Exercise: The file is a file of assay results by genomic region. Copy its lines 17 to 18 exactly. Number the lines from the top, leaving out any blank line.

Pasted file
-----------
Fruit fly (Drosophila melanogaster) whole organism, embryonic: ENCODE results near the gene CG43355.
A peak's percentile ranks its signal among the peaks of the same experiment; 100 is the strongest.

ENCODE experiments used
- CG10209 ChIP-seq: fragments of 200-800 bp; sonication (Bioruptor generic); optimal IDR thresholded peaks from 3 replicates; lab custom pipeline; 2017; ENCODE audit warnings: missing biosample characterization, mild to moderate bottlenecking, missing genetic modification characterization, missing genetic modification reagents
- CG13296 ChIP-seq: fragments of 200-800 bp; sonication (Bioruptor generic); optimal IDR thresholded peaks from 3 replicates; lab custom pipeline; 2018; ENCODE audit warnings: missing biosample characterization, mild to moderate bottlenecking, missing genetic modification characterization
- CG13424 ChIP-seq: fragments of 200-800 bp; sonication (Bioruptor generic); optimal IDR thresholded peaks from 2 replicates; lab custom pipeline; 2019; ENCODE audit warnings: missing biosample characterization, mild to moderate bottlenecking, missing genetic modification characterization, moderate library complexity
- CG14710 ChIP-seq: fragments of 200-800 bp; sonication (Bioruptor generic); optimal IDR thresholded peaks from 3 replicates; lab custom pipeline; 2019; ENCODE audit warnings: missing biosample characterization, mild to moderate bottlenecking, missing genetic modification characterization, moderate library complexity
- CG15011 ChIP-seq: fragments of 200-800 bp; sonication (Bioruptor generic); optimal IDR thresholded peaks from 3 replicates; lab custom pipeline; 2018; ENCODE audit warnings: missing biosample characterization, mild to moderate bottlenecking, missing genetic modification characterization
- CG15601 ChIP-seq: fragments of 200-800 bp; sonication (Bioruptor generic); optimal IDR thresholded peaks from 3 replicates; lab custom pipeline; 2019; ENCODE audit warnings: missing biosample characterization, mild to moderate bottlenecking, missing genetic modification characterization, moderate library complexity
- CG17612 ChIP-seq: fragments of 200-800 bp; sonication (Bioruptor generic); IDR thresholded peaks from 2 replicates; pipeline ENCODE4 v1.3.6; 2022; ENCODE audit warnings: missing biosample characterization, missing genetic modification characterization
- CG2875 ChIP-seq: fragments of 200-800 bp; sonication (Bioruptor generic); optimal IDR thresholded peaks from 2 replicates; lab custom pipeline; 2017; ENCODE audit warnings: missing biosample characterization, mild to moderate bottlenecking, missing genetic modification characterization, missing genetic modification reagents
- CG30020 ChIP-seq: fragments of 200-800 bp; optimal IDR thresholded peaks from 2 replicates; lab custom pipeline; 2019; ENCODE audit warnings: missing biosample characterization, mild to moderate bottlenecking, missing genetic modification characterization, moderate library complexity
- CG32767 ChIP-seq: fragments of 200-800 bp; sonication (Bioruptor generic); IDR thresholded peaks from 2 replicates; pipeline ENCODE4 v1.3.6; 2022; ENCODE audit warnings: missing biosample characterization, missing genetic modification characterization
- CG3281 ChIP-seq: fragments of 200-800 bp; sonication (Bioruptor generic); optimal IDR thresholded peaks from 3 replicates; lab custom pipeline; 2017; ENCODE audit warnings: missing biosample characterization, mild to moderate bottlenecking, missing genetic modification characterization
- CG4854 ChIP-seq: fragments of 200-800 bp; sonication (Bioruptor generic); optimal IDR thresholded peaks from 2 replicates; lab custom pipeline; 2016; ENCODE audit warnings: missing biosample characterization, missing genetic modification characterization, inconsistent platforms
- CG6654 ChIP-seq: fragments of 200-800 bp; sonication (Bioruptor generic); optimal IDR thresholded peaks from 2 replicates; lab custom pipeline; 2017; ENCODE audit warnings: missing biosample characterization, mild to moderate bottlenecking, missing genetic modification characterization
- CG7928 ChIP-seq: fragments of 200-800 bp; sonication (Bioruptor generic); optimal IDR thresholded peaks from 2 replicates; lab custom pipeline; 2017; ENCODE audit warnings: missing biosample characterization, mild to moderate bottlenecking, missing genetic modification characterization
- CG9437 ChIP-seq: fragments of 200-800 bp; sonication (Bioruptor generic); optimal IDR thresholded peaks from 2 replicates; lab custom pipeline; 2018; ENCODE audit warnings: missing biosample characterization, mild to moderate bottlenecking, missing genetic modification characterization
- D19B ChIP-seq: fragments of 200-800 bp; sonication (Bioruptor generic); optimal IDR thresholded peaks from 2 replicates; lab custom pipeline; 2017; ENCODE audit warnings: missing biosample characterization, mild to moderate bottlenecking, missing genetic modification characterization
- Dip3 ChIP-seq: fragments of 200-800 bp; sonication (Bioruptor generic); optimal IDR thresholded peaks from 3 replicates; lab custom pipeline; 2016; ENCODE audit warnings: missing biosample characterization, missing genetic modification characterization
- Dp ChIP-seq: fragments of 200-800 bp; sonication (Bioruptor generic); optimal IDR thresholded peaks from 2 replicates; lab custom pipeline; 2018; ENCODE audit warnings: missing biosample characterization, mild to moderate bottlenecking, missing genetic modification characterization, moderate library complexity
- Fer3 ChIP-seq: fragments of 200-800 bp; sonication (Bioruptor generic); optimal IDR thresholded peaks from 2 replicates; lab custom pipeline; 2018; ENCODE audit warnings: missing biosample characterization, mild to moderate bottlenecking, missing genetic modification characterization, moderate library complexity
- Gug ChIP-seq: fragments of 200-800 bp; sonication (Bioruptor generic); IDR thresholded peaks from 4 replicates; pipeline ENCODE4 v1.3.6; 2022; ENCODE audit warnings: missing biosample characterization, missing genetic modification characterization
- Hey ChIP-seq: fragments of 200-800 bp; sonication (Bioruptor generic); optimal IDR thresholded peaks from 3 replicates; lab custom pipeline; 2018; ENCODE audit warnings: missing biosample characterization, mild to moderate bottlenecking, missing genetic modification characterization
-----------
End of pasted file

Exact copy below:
- CG7928 ChIP-seq: fragments of 200-800 bp; sonication (Bioruptor generic); optimal IDR thresholded peaks from 2 replicates; lab custom pipeline; 2017; ENCODE audit warnings: missing biosample characterization, mild to moderate bottlenecking, missing genetic modification characterization
- CG9437 ChIP-seq: fragments of 200-800 bp; sonication (Bioruptor generic); optimal IDR thresholded peaks from 2 replicates; lab custom pipeline; 2018; ENCODE audit warnings: missing biosample characterization, mild to moderate bottlenecking, missing genetic modification characterization